The story seems simple enough, but I’ll be damned if it doesn’t pack some heavy punches. What’s really interesting, is that when Tynion first launched his run, Gunsmith was the assassin that I was least interested in. He just seemed like your stereotypical jarhead/ redneck (I say that with love as I consider myself a redneck in many ways – East Texan here), and I didn’t find him interesting. After reading this book, I want more Gunsmith. And this is what separates a strong quality writer from a good storyteller. Watters delivers so much nuance and detail, giving us insight into how Gunsmith plans his missions, his mindset, and how he prepares for variables that might come into play. I absolutely love it.

The story flashes back and forth between the encounter and Gunsmith sharing the story with someone. I love the slight arrogance that Watters and JPL create with him, but more importantly, the slightest realization that his arrogance stems from the fact that he knows he’ll be successful because people will view him as nothing more than a jarhead/redneck. It’s the slightest little tinge, but it’s present.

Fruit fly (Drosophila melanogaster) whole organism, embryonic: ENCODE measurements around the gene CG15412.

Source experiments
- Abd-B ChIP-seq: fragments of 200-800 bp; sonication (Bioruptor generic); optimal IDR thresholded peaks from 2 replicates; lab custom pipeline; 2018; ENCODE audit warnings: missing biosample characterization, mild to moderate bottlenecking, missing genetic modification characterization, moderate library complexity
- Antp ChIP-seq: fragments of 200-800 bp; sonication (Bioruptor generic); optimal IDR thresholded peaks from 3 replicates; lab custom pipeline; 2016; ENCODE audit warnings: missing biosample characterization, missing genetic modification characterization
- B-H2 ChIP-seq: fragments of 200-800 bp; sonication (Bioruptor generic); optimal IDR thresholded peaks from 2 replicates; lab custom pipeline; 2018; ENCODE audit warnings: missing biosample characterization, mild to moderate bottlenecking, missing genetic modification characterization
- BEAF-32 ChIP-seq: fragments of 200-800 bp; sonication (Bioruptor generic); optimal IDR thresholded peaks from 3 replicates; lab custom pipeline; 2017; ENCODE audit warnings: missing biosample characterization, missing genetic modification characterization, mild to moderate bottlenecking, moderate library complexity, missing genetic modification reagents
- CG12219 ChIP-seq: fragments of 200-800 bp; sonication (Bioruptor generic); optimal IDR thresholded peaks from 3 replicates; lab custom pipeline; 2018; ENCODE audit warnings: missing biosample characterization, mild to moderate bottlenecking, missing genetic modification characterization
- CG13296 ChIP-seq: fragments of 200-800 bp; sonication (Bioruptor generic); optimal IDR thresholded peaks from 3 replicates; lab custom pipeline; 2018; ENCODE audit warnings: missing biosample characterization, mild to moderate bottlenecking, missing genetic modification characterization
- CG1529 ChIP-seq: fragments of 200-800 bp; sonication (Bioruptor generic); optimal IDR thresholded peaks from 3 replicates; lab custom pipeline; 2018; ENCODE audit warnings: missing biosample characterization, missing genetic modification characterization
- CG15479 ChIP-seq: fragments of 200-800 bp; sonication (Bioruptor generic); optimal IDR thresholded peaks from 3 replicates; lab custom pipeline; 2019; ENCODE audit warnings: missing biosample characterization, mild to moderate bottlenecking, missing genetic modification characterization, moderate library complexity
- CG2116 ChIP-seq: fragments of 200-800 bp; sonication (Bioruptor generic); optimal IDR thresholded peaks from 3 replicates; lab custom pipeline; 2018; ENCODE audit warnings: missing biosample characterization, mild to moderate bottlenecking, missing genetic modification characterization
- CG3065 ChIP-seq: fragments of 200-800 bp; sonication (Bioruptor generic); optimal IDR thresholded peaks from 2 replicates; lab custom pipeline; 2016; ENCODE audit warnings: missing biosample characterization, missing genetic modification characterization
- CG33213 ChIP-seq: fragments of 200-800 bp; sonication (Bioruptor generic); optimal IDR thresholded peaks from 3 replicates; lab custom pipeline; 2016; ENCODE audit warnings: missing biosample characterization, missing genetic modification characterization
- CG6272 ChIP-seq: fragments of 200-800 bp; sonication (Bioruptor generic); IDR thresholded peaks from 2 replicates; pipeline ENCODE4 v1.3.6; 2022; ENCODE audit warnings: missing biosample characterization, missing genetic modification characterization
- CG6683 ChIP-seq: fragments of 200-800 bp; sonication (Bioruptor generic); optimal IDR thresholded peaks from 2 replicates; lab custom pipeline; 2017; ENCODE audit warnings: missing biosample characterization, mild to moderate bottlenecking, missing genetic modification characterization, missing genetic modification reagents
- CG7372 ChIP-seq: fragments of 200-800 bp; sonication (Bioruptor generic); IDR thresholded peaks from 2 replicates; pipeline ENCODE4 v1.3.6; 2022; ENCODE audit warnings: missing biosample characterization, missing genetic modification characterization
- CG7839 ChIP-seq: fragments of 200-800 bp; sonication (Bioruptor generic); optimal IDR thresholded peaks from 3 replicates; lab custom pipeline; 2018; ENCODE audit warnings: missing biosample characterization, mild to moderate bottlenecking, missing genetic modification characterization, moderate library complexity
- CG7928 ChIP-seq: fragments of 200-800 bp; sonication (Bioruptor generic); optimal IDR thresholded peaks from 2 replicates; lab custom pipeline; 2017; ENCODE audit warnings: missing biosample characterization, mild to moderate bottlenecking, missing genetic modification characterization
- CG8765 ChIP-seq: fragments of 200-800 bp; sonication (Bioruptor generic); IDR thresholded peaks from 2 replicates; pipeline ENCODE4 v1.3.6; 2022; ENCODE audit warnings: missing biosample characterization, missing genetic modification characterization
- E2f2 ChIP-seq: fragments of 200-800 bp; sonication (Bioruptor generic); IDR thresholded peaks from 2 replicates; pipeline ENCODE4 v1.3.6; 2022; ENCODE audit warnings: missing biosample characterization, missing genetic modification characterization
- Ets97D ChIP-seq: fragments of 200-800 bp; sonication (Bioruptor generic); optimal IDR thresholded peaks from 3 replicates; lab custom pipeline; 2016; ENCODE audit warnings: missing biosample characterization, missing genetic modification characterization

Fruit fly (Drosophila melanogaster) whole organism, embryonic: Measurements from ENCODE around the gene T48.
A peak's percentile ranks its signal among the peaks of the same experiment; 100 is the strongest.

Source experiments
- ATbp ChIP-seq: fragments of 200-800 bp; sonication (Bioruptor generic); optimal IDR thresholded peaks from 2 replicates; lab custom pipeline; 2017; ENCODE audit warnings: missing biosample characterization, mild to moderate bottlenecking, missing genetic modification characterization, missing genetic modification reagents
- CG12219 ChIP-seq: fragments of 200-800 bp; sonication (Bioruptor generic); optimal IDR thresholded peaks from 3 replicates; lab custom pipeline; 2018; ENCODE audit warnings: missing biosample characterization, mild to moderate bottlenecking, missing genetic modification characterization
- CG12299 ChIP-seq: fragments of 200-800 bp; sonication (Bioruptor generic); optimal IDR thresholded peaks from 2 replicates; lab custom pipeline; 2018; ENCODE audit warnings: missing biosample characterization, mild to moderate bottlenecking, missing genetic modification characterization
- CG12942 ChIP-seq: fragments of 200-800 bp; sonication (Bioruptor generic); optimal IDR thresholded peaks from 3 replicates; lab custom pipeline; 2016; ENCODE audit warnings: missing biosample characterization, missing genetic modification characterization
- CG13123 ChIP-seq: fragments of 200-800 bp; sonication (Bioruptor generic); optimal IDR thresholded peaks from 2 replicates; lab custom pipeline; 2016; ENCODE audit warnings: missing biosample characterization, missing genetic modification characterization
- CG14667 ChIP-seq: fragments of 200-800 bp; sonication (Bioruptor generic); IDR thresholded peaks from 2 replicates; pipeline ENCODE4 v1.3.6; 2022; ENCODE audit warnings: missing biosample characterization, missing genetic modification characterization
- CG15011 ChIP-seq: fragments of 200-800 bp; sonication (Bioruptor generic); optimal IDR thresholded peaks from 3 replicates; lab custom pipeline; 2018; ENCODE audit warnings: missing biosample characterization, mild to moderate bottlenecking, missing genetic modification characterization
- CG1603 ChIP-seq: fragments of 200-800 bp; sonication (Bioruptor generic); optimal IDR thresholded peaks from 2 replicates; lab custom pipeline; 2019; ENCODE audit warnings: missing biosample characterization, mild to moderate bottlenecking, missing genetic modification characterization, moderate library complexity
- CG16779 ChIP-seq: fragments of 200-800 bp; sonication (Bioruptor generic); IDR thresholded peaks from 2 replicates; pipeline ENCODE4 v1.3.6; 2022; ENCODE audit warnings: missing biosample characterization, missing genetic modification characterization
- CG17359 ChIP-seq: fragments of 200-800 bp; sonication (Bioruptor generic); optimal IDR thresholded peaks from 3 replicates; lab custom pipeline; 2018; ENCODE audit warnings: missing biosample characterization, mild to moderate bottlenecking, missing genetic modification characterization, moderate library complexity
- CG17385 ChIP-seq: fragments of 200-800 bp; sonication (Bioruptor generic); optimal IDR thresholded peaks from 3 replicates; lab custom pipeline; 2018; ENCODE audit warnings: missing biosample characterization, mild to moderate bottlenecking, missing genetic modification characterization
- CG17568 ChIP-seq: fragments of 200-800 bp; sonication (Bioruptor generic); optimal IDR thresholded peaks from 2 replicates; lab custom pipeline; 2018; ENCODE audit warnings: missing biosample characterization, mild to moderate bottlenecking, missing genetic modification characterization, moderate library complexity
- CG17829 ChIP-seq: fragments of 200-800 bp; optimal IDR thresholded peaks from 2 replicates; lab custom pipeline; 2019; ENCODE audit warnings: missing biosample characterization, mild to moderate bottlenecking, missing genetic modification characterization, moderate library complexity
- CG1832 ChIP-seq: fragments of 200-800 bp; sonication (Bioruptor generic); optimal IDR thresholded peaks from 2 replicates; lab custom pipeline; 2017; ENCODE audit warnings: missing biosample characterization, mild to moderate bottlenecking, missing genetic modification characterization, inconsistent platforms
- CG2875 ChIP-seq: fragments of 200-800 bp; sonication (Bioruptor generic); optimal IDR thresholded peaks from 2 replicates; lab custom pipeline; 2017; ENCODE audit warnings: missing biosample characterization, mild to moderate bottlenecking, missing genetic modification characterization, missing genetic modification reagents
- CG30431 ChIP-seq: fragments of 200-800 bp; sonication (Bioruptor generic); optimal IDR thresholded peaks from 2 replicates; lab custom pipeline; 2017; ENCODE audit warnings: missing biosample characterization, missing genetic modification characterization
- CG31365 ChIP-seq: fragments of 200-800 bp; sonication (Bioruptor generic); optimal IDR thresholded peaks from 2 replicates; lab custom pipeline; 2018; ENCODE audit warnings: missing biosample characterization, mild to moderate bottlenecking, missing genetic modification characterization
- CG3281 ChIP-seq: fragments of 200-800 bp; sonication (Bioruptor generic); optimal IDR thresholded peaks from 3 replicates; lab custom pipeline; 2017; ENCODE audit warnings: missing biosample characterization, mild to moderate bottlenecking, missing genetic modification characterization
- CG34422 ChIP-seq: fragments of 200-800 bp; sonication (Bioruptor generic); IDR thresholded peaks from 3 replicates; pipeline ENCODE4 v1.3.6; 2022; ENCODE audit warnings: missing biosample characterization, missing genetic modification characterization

There’s also a subplot concerning one of the hostages, how he responds to the situation, and his fear that he will become a target of Batman’s because of what he ultimately chooses to do out of desperation. I can’t stress how good this is! I don’t even want to get into details, I just want you to read the story, because you deserve to experience it!

More than anything, as a writer and as a fan, I appreciate how much thought went into crafting this story. Over the past year, I’m sure I’ve come off as an asshole, endlessly yelling, “work your story!” in my reviews… So, this… This restored my faith in the craft of writing. I’m not familiar with Dan Watters or his work, but you better believe I’m about to look up other books of his and buy them!

As for JPL… Well, I’ve been singing your praises ever since I discovered your work on the “Terminal” story you did during the New 52.